The sleet had scattered the crowd at the lift. The boy in the green goggles found himself, without realizing it, near the hut at the lift station. There was no sign of his companions. The girl in the sky-blue hood was already there. She was waiting for the T-bar, which was now making its turn. “Quick!” the lift man shouted to him, grabbing the T-bar and holding it so that the girl wouldn’t set off alone. With limping herringbones, the boy in the green goggles managed to position himself next to the girl just in time to depart with her, but he nearly caused her to fall as he grabbed hold of the bar. She kept them both balanced until he righted himself, muttering self-reproaches, to which she responded with a low laugh like the glu-glu of a guinea hen, muffled by the windbreaker drawn up over her mouth. Now the sky-blue hood, like the helmet of a suit of armor, left uncovered only her nose, her eyes, a few curls on her forehead, and her cheekbones. So he saw her, in profile, the boy in the green goggles, and didn’t know whether to be happy to find himself on the same T-bar or to be ashamed of being there, all covered with snow, the hair pasted to his temples, his shirt puffing out between sweater and belt—he didn’t dare tuck it in, in case he lost his balance by moving his arms; and he was partly glancing sideways at her, partly keeping an eye on the position of his skis, so that they wouldn’t go off the track at moments of traction too slow or too taut, and it was always she who kept them balanced, laughing her guinea-hen glu-glu, while he didn’t know what to say.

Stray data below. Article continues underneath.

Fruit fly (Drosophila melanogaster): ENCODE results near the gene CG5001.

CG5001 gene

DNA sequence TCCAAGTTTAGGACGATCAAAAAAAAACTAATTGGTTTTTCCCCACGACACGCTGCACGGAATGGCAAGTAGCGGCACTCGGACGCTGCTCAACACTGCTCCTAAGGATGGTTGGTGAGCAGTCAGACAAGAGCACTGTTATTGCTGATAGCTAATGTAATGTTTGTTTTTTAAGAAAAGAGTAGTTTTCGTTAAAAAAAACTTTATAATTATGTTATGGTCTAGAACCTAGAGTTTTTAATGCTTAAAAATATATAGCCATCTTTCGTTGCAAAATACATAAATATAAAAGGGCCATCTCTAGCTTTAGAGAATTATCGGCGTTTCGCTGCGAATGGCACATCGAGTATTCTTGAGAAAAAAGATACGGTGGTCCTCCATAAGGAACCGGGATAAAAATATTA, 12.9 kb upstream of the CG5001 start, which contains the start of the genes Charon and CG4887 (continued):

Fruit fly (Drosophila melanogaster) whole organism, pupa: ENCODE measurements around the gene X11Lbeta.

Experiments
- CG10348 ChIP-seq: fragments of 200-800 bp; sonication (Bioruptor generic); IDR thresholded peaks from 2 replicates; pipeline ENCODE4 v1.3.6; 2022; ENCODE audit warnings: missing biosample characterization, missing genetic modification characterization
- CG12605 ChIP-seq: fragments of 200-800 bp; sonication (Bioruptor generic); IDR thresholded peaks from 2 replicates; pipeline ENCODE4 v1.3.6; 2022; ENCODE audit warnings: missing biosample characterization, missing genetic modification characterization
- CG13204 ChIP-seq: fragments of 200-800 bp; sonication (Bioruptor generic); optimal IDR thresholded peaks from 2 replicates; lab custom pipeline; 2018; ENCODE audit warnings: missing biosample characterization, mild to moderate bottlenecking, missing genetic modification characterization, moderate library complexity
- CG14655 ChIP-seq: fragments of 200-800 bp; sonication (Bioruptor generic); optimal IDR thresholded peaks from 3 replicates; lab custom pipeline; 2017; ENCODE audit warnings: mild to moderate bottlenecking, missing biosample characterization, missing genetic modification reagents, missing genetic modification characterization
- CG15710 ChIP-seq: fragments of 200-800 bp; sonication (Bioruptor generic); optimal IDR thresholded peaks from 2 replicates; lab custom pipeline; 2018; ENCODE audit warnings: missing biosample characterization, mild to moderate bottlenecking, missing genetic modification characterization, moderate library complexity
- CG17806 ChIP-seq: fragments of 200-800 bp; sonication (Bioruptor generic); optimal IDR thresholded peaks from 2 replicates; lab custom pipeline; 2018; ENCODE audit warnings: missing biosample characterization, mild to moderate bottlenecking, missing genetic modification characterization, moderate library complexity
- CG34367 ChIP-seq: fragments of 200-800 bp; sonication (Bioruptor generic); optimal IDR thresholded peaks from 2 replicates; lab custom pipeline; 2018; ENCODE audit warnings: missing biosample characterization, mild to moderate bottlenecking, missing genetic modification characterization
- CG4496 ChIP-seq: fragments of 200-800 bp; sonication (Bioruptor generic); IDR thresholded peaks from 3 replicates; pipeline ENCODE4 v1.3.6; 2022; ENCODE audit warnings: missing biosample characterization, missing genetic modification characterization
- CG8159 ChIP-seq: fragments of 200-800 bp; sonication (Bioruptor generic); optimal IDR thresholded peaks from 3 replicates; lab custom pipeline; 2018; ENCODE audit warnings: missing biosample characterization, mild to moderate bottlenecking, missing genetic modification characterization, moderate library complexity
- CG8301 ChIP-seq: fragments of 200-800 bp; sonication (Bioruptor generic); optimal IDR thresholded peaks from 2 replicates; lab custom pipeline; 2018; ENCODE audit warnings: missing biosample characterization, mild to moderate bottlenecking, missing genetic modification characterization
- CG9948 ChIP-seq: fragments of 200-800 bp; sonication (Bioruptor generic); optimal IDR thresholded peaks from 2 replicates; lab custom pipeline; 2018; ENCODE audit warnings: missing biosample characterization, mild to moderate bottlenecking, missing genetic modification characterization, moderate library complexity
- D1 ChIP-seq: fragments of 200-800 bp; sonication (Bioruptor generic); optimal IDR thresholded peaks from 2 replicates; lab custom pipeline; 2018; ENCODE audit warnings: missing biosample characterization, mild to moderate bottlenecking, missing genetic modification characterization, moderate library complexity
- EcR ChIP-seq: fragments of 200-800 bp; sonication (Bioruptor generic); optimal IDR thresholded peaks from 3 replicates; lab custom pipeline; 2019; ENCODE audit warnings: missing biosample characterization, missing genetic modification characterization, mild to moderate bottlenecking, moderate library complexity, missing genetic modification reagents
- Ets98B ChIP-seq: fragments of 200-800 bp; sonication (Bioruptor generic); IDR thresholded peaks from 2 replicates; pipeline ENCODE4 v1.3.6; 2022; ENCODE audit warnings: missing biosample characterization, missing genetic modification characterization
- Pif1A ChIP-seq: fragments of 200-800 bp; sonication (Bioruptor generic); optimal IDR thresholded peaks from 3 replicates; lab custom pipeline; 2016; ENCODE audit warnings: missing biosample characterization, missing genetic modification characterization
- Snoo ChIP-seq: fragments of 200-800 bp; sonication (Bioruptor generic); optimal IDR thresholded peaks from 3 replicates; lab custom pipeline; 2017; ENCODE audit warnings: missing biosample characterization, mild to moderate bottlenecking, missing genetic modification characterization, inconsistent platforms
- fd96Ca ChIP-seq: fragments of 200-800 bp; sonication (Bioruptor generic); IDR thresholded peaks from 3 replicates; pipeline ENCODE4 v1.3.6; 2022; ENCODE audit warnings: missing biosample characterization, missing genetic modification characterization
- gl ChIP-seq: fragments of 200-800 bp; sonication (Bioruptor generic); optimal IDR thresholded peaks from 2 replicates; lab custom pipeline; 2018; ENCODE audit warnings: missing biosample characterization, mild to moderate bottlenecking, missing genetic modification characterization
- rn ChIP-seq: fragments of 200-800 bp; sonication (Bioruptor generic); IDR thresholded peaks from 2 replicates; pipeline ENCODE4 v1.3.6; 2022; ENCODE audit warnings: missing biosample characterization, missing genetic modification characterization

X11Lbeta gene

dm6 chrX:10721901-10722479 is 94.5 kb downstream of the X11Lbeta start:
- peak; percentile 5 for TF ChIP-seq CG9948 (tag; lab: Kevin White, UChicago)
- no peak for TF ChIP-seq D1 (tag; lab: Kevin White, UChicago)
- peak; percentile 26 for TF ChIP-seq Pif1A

The snow had stopped. Now there was a break in the fog, and in the break the sky appeared, blue at last, and the shining sun and, one by one, the clear, frozen mountains, their peaks feathered here and there by soft shreds of the snow cloud. The mouth and chin of the hooded girl reappeared.
“It’s nice again,” she said. “I said it would be.”
“Yes,” the boy in the green goggles said, “nice. Then the snow will be good.”
“A little soft.”
“But I like it,” she said, “and going down in the fog isn’t bad.”
“As long as you know the trail,” he said.
“No,” she said, “guessing.”
“I’ve already done it three times,” the boy said.